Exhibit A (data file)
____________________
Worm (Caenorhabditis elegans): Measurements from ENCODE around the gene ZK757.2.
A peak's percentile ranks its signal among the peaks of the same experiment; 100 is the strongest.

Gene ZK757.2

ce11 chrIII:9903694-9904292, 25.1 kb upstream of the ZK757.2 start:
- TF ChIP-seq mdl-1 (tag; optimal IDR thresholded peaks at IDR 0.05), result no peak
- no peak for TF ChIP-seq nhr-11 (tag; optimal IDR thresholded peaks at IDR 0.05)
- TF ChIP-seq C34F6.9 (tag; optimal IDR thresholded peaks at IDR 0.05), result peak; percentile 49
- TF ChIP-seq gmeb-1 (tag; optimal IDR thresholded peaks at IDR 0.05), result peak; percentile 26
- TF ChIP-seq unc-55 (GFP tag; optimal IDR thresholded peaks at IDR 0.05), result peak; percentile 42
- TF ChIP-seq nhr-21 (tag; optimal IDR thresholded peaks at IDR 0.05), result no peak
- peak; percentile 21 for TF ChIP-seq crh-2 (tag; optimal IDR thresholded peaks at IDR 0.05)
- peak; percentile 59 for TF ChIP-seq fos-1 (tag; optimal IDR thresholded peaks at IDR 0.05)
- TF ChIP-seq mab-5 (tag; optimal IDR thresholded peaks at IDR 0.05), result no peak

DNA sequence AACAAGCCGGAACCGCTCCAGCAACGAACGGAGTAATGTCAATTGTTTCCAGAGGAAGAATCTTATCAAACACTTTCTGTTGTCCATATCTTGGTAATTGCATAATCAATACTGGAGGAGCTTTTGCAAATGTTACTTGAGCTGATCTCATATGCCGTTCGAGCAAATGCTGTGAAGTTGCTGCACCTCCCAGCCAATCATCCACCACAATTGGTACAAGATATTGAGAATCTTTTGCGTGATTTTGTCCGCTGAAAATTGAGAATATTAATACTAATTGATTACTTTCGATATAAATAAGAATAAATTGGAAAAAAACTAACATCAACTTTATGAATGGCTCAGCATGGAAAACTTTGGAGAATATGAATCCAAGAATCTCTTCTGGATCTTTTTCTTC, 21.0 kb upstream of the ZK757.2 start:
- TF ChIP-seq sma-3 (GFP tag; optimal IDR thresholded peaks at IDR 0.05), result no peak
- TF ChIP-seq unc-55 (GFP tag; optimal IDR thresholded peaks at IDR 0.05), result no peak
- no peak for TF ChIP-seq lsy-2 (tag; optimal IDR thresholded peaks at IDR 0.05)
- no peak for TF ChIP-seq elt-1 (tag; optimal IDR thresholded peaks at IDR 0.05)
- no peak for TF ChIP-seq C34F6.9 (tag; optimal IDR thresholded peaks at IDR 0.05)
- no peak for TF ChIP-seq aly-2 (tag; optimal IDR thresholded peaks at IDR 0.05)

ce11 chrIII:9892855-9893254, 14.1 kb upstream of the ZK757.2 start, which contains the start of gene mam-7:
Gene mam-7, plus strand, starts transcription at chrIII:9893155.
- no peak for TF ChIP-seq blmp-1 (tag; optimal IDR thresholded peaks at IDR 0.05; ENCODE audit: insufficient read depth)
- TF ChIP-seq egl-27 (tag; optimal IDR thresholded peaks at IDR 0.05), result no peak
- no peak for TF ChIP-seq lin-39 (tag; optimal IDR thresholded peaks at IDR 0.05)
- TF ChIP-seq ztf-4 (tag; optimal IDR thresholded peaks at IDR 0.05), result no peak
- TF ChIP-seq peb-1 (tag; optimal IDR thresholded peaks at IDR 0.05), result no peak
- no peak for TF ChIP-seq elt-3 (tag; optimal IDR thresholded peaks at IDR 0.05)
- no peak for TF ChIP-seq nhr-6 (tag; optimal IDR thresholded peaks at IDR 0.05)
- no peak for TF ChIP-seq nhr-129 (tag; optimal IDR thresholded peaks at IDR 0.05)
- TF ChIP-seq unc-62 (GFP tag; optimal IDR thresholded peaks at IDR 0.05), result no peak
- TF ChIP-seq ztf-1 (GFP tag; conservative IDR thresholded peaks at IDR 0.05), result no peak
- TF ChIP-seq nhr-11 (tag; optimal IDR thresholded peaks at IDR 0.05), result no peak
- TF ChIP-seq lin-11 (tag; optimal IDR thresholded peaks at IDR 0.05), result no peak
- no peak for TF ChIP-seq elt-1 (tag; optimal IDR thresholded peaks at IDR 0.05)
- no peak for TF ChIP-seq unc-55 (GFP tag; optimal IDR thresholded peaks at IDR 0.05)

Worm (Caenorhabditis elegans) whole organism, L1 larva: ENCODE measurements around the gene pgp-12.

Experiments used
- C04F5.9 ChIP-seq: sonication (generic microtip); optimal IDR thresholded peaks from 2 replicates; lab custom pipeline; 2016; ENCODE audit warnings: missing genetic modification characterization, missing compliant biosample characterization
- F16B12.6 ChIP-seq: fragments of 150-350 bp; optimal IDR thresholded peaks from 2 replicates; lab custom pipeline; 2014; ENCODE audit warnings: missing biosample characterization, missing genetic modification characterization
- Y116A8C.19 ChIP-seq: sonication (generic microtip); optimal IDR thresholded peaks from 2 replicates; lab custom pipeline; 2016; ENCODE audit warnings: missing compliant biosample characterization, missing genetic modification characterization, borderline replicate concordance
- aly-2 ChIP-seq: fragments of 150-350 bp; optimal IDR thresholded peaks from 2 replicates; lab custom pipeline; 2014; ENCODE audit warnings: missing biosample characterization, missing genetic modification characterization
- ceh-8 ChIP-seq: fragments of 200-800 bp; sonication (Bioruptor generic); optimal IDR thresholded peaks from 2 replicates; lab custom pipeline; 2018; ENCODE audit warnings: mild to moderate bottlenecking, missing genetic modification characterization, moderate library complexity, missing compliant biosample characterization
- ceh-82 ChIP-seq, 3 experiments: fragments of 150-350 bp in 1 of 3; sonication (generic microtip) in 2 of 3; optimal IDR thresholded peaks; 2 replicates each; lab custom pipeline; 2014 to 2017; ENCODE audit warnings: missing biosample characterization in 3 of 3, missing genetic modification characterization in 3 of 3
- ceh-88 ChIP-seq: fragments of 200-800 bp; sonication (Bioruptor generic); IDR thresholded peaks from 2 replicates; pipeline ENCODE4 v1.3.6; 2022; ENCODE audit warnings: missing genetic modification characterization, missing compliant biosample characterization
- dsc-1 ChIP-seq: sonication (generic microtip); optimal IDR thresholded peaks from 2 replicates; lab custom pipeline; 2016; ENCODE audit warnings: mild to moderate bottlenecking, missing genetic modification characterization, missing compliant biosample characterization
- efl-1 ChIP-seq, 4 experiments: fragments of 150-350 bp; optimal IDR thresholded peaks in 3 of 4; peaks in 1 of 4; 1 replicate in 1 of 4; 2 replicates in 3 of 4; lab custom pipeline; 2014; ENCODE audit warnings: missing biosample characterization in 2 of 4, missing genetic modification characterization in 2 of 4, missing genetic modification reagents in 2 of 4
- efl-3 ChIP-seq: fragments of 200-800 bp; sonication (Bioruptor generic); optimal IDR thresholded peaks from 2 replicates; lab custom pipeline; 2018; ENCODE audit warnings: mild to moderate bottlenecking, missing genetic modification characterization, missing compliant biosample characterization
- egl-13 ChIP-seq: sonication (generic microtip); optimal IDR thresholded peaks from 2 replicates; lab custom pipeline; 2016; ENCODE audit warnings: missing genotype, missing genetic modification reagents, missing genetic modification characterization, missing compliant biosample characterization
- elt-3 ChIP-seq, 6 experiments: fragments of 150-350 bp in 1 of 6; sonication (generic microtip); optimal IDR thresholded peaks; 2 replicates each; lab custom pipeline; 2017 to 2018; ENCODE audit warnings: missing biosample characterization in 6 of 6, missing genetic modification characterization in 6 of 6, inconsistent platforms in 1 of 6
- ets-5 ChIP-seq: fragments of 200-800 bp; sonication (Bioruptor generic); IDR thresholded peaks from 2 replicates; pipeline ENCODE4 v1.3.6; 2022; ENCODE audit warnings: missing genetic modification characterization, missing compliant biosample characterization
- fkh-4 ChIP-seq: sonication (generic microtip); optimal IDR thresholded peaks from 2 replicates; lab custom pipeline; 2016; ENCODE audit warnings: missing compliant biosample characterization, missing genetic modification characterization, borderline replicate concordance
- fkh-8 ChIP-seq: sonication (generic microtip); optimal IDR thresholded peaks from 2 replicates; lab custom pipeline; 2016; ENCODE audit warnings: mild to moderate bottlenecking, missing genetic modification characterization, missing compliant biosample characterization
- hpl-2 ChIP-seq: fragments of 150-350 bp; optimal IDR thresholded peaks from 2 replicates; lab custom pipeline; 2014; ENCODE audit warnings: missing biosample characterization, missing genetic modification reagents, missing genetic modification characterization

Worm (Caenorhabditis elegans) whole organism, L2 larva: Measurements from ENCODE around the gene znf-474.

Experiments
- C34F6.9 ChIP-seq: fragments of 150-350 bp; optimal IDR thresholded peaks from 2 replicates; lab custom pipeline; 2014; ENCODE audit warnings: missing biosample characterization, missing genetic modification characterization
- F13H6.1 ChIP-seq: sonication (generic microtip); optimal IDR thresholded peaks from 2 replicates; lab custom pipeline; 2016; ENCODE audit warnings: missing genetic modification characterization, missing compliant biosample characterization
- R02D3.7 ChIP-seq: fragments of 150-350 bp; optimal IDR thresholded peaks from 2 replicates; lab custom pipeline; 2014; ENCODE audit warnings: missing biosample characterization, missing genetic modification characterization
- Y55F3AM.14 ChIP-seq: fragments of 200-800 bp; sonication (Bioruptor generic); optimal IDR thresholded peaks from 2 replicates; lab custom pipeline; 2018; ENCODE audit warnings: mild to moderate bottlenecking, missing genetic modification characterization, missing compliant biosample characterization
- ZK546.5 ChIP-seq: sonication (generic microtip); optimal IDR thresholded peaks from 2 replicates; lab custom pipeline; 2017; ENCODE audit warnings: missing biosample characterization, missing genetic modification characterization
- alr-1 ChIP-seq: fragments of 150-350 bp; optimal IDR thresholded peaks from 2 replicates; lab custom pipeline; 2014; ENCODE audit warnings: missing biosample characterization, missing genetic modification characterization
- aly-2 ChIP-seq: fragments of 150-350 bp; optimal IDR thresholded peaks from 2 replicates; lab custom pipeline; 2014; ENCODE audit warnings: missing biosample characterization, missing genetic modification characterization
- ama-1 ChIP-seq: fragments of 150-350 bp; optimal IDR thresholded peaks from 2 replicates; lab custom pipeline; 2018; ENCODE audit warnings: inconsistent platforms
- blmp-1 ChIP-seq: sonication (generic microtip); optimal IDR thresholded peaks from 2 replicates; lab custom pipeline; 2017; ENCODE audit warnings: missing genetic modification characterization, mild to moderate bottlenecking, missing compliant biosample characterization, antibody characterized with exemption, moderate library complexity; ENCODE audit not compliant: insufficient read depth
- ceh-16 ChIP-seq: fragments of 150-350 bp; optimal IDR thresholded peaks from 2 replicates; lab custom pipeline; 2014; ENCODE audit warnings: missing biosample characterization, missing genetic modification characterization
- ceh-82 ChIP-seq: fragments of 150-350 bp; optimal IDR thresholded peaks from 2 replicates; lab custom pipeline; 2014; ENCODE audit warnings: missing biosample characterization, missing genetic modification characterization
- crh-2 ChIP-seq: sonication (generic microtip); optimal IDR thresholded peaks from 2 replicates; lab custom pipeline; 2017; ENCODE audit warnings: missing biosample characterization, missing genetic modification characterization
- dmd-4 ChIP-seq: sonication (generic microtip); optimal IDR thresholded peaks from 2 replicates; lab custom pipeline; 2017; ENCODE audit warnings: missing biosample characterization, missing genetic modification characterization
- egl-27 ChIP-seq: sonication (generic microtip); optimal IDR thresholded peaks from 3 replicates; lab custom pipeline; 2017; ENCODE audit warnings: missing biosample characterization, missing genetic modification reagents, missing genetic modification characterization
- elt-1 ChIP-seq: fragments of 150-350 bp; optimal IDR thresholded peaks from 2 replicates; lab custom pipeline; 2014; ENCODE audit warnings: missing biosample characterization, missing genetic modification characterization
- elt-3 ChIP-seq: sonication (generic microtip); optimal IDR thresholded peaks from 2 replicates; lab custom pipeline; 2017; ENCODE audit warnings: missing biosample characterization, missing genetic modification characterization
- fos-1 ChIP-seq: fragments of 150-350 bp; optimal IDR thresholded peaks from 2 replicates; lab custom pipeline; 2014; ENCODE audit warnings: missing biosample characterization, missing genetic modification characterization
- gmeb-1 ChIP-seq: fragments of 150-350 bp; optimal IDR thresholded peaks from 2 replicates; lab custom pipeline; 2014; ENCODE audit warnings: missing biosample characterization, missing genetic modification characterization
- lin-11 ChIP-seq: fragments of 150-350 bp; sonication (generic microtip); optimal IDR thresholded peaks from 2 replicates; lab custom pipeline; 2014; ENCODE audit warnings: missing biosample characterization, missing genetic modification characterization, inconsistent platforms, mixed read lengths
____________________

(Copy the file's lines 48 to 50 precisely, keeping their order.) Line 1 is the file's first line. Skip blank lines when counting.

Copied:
- efl-3 ChIP-seq: fragments of 200-800 bp; sonication (Bioruptor generic); optimal IDR thresholded peaks from 2 replicates; lab custom pipeline; 2018; ENCODE audit warnings: mild to moderate bottlenecking, missing genetic modification characterization, missing compliant biosample characterization
- egl-13 ChIP-seq: sonication (generic microtip); optimal IDR thresholded peaks from 2 replicates; lab custom pipeline; 2016; ENCODE audit warnings: missing genotype, missing genetic modification reagents, missing genetic modification characterization, missing compliant biosample characterization
- elt-3 ChIP-seq, 6 experiments: fragments of 150-350 bp in 1 of 6; sonication (generic microtip); optimal IDR thresholded peaks; 2 replicates each; lab custom pipeline; 2017 to 2018; ENCODE audit warnings: missing biosample characterization in 6 of 6, missing genetic modification characterization in 6 of 6, inconsistent platforms in 1 of 6